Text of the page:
It’s becoming increasingly difficult to make headway in listening to entire new EPs and albums when one is continually being distracted by the premiere of individual songs, especially when so many are so good. And that’s been the way the last several days have gone. So here’s one more round-up, though I’m limiting this one to two songs.
As previously reported, Season of Mist will be releasing the next album by Inquisition — Obscure Verses for the Multiverse — on October 29 in North America and October 25 elsewhere. In our last post about these developments, we included a collection of excerpts from all the songs on the album, but today brought the premiere of one complete track — “Darkness Flows Towards Unseen Horizons”.
There are good reasons why this duo are so highly regarded by lovers of extreme music, and this song proves the case again. It unleashes a flood of mounting intensity, yet couples the storm front of razored riffing and attacking percussion with ringing melodic chords and twisted soloing that provide the magnet for repeat listens. I still prefer the vocal roars to the cracked croaking, both of which are in evidence on this song, but this really is a thoroughly compelling song. Listen via the lyric video that comes next.
Yesterday I posted an unusual interview with Aaron Edge, whose new band Lumbar is a collaboration between him, Mike Scheidt of YOB, and Tad Doyle. By coincidence, all three names surfaced together again in an announcement by Profound Lore that I saw today, to wit:
On November 12, PL will be re-issuing YOB’s album Catharsis on the ten-year anniversary of its first release. The album has apparently been out of print and tough to come by for years. I’ve never heard Catharsis, but it appears to have been a landmark work not only for YOB but also in the development of doom. It consists of three tracks — “Aeons”, “Ether”, and the 20-plus minute title track.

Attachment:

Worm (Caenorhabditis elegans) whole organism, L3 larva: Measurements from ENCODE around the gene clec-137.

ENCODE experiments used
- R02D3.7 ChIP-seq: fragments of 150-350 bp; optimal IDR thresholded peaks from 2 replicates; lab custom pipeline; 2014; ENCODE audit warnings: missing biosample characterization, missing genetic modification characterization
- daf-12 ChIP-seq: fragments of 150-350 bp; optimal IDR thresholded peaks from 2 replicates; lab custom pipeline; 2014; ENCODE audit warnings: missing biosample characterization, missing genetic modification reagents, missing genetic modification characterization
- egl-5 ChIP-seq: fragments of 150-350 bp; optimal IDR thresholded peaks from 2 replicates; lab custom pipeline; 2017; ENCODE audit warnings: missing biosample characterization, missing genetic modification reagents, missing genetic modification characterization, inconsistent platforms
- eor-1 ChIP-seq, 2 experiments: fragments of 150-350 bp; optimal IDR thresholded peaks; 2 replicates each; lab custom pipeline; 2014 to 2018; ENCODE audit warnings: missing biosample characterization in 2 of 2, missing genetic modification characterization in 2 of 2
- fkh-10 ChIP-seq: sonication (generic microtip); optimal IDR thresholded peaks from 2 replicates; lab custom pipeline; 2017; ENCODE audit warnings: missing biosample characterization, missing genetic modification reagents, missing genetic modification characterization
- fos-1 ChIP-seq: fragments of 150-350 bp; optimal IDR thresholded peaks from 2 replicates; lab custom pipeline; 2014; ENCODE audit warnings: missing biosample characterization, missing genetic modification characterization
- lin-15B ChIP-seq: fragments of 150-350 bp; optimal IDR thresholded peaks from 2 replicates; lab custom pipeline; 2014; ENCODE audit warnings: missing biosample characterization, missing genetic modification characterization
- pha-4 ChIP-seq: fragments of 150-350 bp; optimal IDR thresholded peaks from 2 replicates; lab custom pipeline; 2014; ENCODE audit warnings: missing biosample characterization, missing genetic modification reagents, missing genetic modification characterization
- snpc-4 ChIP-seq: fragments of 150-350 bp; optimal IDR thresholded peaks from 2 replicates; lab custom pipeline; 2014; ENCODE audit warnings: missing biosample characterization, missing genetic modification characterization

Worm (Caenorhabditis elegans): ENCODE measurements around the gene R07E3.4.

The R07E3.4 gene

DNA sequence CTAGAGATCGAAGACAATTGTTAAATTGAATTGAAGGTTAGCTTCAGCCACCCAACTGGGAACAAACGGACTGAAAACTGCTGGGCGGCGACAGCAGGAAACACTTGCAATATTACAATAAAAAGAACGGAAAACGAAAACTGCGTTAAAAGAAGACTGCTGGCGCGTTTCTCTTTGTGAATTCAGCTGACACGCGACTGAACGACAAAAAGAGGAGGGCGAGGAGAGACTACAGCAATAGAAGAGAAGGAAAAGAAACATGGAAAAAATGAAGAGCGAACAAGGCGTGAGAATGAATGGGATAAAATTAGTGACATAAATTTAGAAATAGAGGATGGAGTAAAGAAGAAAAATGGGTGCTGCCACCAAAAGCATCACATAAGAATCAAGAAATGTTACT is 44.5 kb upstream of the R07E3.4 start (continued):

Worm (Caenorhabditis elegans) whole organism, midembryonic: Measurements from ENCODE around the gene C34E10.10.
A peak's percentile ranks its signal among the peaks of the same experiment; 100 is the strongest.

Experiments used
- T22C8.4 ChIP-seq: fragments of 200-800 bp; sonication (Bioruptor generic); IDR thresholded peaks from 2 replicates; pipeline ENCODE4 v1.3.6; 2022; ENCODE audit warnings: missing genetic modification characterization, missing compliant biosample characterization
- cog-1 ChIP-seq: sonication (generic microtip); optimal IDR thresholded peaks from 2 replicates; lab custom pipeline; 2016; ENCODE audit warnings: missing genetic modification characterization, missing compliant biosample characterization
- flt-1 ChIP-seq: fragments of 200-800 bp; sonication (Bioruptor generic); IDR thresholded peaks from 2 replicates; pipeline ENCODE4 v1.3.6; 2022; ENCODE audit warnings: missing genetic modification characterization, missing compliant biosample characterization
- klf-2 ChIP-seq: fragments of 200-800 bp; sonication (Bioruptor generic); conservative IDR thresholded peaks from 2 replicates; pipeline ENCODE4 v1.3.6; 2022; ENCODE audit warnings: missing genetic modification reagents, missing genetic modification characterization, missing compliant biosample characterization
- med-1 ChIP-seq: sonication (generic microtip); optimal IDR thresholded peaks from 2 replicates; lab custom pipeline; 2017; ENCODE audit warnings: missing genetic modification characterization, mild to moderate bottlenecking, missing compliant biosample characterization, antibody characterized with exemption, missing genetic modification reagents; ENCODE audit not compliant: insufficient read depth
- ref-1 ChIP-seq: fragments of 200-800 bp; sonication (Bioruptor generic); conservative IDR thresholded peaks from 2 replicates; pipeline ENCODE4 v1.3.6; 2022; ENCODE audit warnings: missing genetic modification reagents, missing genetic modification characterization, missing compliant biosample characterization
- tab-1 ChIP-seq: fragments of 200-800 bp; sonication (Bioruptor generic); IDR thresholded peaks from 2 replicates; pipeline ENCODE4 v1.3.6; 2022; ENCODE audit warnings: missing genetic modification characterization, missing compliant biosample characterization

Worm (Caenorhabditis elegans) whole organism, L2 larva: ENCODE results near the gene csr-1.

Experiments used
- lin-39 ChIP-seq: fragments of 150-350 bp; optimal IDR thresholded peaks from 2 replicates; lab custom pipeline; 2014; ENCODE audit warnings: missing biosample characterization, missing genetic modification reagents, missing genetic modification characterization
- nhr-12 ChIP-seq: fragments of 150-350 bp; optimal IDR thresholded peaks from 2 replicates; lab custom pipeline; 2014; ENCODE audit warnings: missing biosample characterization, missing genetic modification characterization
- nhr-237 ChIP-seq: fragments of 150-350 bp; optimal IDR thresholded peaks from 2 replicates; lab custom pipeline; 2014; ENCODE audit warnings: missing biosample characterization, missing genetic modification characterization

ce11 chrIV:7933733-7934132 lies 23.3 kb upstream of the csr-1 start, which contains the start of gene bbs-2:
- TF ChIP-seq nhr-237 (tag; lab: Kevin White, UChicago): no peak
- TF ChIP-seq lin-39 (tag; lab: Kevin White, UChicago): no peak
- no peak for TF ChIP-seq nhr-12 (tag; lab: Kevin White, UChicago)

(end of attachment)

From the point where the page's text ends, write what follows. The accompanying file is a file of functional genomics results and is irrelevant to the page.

According to PL, this new re-issue was re-mastered from the original tapes by Tad Doyle, “giving Catharsis a more complete and warmer sound than the original”, and it will feature new artwork and presentation design by none other than Aaron Edge, with liner notes by Mike Scheidt — and there we have our trio again.
But I’m not writing about this just because of that coincidence. I’ve also heard the re-mastered version of “Ether”, and am loving it. It’s such a lumbering riff monster! Scheidt’s high, piercing vocals provide a sweet contrast with the burly, jolting instrumental music, and the purely instrumental section in the song’s mid-section is a very cool surprise. Heavy-ass music that’s a heavy headbang trigger, too.